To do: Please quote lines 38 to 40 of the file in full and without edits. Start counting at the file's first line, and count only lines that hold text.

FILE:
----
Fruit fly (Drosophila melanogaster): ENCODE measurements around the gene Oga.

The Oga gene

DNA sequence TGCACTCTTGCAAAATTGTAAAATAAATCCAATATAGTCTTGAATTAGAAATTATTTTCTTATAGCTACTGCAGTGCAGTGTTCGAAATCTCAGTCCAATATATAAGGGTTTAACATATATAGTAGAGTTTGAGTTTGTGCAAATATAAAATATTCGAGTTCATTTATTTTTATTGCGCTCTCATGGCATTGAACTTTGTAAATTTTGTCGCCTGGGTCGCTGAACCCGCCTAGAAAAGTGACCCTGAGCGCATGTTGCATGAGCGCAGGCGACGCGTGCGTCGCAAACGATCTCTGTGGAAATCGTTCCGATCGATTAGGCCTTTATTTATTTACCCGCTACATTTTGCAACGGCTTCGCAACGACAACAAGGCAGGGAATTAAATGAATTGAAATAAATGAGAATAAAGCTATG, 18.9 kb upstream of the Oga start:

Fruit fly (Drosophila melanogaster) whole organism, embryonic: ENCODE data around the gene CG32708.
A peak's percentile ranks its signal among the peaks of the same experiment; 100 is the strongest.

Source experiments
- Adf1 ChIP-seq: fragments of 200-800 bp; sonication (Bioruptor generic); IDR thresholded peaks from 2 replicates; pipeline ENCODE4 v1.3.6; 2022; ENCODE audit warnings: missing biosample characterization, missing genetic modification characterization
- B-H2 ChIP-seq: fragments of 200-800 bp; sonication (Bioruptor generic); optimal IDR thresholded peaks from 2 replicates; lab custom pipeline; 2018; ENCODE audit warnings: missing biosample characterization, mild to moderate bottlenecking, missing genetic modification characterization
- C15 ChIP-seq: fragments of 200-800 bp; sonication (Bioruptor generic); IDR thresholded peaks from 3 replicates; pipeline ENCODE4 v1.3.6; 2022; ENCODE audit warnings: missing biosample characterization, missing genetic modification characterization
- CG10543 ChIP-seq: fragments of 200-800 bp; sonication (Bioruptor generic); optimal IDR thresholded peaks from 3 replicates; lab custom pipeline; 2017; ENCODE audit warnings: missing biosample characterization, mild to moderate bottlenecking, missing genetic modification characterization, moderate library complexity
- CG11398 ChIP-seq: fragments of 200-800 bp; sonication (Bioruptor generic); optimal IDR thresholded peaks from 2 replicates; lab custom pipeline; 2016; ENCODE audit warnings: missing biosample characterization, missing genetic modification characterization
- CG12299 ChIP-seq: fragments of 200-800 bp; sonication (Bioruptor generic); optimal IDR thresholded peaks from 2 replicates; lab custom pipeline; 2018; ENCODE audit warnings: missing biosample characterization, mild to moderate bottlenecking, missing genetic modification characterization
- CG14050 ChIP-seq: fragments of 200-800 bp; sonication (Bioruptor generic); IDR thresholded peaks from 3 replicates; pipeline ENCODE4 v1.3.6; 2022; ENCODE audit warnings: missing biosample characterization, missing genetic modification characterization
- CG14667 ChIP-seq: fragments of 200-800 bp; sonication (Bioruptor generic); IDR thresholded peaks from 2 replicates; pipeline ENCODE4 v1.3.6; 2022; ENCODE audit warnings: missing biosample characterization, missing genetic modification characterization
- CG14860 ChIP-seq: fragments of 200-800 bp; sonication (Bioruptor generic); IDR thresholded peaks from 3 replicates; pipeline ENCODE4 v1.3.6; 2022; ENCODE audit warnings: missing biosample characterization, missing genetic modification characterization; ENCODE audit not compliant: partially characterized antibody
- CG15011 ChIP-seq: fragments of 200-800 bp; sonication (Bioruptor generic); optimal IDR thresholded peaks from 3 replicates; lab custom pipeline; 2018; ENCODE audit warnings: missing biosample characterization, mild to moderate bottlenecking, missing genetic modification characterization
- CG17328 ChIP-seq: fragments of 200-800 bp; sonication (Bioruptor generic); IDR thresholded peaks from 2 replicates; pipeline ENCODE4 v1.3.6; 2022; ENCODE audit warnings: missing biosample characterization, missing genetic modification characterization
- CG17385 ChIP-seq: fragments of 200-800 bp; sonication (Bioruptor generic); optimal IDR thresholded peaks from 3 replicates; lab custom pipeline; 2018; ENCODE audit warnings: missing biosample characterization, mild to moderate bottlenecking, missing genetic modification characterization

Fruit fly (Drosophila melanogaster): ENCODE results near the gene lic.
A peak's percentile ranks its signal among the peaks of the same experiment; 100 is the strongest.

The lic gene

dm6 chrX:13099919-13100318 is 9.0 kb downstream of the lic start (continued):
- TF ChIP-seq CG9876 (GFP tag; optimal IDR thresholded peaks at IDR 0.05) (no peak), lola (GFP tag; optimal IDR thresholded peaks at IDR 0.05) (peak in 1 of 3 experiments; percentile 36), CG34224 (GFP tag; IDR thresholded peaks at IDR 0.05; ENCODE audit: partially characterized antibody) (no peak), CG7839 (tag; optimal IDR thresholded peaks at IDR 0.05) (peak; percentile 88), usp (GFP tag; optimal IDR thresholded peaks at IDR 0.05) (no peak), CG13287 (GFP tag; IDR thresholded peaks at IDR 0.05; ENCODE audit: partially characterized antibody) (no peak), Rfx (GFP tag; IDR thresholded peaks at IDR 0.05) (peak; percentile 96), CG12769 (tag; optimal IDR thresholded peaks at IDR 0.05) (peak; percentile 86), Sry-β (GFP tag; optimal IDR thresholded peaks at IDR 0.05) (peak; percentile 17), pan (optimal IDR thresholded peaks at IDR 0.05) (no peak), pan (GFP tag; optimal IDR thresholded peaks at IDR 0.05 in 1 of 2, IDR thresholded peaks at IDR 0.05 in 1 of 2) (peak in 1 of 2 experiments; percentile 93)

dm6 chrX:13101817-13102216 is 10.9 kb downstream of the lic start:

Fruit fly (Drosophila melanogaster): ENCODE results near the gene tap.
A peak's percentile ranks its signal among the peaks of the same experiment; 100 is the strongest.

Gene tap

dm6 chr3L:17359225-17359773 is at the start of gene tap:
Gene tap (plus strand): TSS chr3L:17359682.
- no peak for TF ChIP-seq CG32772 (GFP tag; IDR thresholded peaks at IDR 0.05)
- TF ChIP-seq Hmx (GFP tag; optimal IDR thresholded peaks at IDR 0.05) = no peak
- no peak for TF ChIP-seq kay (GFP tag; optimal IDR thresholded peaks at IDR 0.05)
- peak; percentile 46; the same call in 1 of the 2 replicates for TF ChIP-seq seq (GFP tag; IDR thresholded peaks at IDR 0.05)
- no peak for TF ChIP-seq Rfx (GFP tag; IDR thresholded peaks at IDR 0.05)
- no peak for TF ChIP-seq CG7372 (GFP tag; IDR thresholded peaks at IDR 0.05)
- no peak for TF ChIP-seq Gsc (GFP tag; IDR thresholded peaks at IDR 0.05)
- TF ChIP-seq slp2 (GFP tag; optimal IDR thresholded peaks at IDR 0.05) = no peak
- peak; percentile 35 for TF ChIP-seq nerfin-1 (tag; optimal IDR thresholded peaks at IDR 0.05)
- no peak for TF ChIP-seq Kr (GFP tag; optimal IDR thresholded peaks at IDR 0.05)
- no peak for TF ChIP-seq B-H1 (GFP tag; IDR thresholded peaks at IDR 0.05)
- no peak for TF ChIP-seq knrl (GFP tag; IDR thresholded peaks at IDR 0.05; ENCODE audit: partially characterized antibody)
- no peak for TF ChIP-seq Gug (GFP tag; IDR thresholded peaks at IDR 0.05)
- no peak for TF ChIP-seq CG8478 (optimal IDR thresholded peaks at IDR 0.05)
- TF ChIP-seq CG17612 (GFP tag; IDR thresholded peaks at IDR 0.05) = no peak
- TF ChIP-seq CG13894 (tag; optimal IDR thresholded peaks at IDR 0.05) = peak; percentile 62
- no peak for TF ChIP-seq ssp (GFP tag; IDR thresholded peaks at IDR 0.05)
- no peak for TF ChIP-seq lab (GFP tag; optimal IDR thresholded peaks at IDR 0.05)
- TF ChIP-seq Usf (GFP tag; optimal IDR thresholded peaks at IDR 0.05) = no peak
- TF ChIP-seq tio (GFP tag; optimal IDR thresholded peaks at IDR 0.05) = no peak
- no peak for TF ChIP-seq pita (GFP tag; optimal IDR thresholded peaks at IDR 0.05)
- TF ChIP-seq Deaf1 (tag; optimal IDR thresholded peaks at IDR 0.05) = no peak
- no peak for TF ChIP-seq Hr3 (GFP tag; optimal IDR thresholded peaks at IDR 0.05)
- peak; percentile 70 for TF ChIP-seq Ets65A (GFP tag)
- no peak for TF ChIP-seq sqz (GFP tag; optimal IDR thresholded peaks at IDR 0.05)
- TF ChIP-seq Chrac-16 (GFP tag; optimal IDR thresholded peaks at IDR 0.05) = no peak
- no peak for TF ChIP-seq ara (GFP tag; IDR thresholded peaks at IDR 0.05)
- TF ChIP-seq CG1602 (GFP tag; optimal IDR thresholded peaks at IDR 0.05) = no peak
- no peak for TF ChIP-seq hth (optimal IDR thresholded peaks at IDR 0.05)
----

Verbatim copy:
- peak; percentile 35 for TF ChIP-seq nerfin-1 (tag; optimal IDR thresholded peaks at IDR 0.05)
- no peak for TF ChIP-seq Kr (GFP tag; optimal IDR thresholded peaks at IDR 0.05)
- no peak for TF ChIP-seq B-H1 (GFP tag; IDR thresholded peaks at IDR 0.05)